Photographed over ten days in December 1995 by the Hubble Space Telescope, showing the 'deepest-ever' view of the universe. He telleth the number of the stars; he calleth themall by their names: tutti-frutti, Cimabue, bracelets of Cartier, chock full o'Giotto spilled onto a black sky like Jujubes during a matinee. Anna-Eva Bergmanpainted Earth Seen from the Moon and then painted the moon—Grand rond gong in vinylique and metal leaf—as if it were the mirror she used for viewing her own paintings. In the cosmos of Dante, everyone enters deathbackwards, their past still before them, just as in some funeralprocessions there walks a saddled horse without a rider, boots reversedin the stirrups. If speech, as George Eliot claims, is but broken light upon the depth of the unspoken, then all musicplayed on the terraces of the audiences of the moon streams from the violino, the most prized salami in Lombardy—made from the haunches and shoulders of goat, deer, or chamois—shaped like a musical instrument and carved as a violin would be played: the paw graspedwith the left hand, the leg held firm beneath the chin, while in the right handa knife slides like a rosined bow. Traditionally accompanied by a Valtellina Superiore, Infernoriserva, it is eaten with a bit of Bitto cheese from the Celtic bitu, eternal, which can be kept for a very long time. The telescope showed us galaxiesso far away that their light has been traveling toward us for most of the history of the universe, even though the galaxies keep moving away, just as Augustine explained: So I can be far from glad in remembering myselfto have been glad, and far from sad when I recall my pastsadness, as in the descent into descant or chant, the Latincanere: to sing. Even now I see us on the boat leaving Venice—you facing forward, me looking back. You did not move toward me yet remained in view: your facecentered, in focus, with all of Venice receding behind you.
Copyright © 2018 by Angie Estes.
All rights reserved.
Reproduced by Poetry Daily with permission.
Angie Estes is the author of six books of poems, most recently Parole (Oberlin College Press, 2018). Her previous book, Enchantée (Oberlin, 2013), won the 2015 Kingsley Tufts Poetry Prize, and Tryst (Oberlin, 2009), was selected as one of two finalists for the 2010 Pulitzer Prize. Her second book, Voice-Over, won the 2001 FIELD Poetry Prize and was also awarded the 2001 Alice Fay di Castagnola Prize from the Poetry Society of America. Her first book, The Uses of Passion, was the winner of the Peregrine Smith Poetry Prize. The recipient of many awards, including a Guggenheim Fellowship, a Pushcart Prize and the Cecil Hemley Memorial Award from the Poetry Society of America, she has also received fellowships, grants, and residencies from the National Endowment for the Humanities, the National Endowment for the Arts, and the Woodrow Wilson Foundation. She was recently named a 2019-2020 fellow at the Radcliffe Institute for Advanced Study at Harvard University.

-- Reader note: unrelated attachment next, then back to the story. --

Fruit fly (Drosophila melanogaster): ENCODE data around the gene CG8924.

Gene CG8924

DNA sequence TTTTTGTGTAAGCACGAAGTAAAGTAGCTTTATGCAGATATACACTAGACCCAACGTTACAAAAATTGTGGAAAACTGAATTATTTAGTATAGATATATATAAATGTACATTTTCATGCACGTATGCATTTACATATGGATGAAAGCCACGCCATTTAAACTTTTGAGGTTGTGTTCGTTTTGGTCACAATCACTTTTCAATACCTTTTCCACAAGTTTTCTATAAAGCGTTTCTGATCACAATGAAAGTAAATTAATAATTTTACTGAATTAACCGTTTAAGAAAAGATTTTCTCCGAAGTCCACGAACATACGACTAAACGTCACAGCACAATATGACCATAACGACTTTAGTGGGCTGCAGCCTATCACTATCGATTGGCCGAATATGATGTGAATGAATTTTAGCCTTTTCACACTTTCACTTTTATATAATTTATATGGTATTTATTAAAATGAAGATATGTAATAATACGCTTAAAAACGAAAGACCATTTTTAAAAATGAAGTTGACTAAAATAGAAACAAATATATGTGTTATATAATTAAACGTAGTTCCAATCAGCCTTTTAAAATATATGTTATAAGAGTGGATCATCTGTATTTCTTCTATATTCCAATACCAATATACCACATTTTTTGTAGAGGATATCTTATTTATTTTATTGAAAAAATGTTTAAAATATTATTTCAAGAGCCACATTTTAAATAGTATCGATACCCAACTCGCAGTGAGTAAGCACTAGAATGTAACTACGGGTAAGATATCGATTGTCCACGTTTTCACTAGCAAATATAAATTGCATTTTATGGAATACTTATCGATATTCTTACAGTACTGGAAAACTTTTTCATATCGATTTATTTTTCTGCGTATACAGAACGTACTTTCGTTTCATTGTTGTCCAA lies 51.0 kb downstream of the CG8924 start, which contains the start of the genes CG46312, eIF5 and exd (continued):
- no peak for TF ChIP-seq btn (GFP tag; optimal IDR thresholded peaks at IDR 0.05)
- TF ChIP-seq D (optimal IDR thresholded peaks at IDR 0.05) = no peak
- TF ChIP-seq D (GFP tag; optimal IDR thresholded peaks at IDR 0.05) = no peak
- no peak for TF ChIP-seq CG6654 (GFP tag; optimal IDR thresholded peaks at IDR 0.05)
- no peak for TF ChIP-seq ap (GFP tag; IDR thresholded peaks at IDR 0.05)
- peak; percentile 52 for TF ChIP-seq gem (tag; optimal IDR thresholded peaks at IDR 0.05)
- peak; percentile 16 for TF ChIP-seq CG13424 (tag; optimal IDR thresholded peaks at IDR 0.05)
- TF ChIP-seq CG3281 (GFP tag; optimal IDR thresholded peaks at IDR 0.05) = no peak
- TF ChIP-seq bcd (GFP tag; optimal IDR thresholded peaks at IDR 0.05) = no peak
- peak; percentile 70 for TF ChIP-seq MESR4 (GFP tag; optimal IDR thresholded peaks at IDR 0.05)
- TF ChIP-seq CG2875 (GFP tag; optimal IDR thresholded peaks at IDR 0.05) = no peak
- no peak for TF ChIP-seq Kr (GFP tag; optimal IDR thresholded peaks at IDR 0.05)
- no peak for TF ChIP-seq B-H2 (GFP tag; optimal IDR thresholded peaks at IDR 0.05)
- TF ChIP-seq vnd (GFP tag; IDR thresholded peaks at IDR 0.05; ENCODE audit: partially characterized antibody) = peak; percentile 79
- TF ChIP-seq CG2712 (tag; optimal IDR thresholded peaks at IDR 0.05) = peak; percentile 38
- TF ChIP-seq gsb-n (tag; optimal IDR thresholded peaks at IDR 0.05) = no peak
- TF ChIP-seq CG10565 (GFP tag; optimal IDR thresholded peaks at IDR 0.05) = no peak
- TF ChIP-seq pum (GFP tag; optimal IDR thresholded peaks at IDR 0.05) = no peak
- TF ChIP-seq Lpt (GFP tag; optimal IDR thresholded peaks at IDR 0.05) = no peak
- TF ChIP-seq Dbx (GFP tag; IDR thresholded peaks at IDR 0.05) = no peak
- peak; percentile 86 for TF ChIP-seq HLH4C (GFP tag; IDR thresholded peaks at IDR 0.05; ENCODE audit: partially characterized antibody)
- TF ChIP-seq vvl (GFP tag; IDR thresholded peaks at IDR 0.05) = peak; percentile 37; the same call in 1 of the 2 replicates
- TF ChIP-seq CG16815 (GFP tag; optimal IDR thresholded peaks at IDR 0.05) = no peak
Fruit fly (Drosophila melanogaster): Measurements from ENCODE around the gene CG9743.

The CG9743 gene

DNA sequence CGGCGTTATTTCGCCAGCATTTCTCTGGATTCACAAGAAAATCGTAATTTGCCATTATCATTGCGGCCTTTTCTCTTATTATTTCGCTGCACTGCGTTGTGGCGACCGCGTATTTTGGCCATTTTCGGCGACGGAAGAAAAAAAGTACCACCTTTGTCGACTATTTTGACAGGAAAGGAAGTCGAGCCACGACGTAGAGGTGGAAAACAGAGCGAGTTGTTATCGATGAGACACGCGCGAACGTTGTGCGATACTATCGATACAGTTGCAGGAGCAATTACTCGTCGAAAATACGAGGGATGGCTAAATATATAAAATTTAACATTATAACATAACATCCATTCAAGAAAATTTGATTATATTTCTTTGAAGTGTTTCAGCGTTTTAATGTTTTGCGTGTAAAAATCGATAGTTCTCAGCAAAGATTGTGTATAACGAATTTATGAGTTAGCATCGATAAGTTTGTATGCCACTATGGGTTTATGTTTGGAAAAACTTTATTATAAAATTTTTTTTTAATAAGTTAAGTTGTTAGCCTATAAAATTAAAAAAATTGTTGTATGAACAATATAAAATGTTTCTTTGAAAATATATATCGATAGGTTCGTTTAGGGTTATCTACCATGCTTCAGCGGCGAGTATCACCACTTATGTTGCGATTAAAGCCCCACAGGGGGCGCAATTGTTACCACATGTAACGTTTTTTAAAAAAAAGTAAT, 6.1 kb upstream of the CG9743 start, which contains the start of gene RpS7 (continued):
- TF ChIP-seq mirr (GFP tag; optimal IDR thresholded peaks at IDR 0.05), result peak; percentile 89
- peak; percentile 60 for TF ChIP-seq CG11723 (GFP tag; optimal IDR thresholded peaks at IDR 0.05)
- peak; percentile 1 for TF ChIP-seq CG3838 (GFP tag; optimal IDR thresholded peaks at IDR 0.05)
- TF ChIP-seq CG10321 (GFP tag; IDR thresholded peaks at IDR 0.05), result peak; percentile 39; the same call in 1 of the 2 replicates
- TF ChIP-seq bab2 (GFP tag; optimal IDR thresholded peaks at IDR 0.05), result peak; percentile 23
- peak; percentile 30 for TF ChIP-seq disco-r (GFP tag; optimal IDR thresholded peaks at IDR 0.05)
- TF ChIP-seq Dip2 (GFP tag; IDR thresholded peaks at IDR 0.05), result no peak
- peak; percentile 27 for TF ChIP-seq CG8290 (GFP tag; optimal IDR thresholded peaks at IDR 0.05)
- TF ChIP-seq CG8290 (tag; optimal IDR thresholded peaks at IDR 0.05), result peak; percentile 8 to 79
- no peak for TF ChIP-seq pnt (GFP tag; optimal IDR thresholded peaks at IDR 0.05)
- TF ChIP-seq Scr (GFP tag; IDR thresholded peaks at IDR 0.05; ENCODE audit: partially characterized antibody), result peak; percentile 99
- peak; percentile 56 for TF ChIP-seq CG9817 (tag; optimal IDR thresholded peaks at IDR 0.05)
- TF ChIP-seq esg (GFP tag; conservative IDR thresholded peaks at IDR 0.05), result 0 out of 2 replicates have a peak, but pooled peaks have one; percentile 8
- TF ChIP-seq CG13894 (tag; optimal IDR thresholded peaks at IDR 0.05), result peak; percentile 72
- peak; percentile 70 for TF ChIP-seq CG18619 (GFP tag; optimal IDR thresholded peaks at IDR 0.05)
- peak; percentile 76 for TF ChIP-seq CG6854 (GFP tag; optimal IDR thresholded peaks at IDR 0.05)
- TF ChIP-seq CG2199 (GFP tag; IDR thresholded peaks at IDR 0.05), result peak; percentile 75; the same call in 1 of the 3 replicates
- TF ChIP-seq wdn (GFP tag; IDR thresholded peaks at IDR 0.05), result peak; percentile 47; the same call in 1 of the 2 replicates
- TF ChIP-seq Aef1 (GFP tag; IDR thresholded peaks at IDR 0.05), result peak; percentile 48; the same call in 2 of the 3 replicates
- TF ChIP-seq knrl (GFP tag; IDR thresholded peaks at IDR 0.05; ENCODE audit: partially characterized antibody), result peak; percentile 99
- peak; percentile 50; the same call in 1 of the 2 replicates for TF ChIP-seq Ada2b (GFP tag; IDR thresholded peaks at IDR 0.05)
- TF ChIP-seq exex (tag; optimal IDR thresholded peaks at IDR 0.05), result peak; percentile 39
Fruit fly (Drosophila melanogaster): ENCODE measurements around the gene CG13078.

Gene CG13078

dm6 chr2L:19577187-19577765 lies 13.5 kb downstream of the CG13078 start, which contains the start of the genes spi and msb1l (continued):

Whenever I see a poem by Angie Estes I prepare myself for serious delight. Her timing and her ever-uninhibited instinct for poetic shape are the triumphs of a first-rate musical intelligence. Angie Estes is Fred Astaire and Ginger too: backwards in high heels, forward on rollerskates, never have classy and sexy been better matched.
. . . a brilliant and intellectually dazzling investigation of the often unstable relationship between language and experience. These heart-breaking and inventive poems negotiate the oscillations of event and memory in order to reveal the delicate and highly filigreed interweaving—in our lives—of action, meditation, and utterance. Beauty and insight spill off every page.
—David St. John
Angie Estes takes very alert art and wakes it up all over again. Out of wonderful sliding sound relationships and torqued-up rhythms, out of histories as vivid as they are diverse, she creates a present moment in which we realize that Giotto and Le Corbusier are, and always have been, contemporaries—our contemporaries—for great art always happens in the present, and Estes’ work is no exception. It’s now.
Angie Estes has recently created some of the most beautiful verbal objects on the planet.
This is a poetry of style, elegance, and fresh surprise, for the ear and the eye, the heart and the mind. It reminds me why I read.